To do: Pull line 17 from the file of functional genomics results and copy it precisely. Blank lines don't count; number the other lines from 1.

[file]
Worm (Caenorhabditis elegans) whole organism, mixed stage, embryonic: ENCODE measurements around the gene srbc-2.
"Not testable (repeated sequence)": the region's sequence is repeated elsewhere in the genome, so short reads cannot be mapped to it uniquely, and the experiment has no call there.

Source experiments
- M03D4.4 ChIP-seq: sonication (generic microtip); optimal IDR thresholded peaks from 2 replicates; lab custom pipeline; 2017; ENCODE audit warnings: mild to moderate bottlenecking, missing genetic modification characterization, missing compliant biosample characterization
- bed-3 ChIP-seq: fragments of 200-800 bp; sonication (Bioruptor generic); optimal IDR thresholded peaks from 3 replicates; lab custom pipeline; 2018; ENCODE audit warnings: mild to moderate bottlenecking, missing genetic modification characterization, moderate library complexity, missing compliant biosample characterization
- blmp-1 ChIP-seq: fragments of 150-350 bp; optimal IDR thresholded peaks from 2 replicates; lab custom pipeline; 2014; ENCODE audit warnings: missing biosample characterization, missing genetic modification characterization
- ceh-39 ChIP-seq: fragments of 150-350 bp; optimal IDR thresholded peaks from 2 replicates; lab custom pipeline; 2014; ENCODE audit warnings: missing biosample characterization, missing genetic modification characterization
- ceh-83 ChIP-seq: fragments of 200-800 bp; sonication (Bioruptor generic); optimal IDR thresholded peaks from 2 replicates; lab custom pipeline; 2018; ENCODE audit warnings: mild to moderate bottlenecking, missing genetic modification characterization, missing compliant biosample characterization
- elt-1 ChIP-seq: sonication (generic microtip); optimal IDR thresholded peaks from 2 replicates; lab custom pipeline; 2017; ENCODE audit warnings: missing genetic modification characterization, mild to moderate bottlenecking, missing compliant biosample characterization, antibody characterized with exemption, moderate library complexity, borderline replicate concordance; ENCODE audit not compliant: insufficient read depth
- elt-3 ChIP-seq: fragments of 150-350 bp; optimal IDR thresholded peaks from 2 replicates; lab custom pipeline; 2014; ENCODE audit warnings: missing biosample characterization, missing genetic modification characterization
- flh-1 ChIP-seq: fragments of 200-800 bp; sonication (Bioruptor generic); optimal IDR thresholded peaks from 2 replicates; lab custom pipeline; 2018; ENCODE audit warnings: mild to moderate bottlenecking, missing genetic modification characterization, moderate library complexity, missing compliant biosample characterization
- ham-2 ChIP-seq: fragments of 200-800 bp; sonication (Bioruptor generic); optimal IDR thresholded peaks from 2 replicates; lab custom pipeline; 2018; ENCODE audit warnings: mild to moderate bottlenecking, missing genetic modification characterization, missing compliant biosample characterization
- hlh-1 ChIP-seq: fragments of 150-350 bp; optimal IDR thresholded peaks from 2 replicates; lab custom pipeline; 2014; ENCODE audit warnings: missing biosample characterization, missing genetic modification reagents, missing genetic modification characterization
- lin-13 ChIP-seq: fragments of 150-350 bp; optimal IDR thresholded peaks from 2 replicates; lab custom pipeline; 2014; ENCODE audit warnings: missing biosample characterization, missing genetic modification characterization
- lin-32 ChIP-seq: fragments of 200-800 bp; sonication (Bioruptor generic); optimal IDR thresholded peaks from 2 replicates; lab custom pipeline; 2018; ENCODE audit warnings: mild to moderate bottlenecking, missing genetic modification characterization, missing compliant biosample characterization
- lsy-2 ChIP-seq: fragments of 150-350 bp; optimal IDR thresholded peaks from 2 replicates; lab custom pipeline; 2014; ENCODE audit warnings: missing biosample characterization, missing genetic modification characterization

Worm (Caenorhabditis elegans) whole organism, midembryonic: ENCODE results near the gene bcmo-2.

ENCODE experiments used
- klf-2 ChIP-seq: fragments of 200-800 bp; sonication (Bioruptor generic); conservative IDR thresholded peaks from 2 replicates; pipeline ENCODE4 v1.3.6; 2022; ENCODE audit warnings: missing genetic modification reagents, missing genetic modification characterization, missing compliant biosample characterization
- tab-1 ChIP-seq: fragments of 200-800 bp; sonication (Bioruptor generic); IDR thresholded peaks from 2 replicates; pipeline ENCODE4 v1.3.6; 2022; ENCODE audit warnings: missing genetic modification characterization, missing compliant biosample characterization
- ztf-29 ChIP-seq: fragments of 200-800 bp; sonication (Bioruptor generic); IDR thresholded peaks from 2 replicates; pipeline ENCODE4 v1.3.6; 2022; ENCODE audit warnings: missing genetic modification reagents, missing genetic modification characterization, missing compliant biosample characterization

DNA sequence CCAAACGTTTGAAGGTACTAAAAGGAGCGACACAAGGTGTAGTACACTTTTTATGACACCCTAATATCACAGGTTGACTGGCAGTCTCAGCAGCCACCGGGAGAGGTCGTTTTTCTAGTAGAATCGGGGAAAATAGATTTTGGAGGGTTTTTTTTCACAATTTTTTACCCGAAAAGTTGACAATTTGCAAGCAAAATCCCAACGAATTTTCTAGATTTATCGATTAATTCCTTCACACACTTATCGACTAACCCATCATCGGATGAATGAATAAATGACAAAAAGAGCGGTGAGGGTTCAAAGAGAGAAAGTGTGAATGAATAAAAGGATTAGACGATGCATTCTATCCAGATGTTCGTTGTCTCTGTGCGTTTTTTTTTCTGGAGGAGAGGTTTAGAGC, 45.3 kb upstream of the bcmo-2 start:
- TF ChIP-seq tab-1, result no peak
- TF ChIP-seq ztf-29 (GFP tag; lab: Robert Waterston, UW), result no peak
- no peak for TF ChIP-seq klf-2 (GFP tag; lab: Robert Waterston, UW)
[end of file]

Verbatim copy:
Worm (Caenorhabditis elegans) whole organism, midembryonic: ENCODE results near the gene bcmo-2.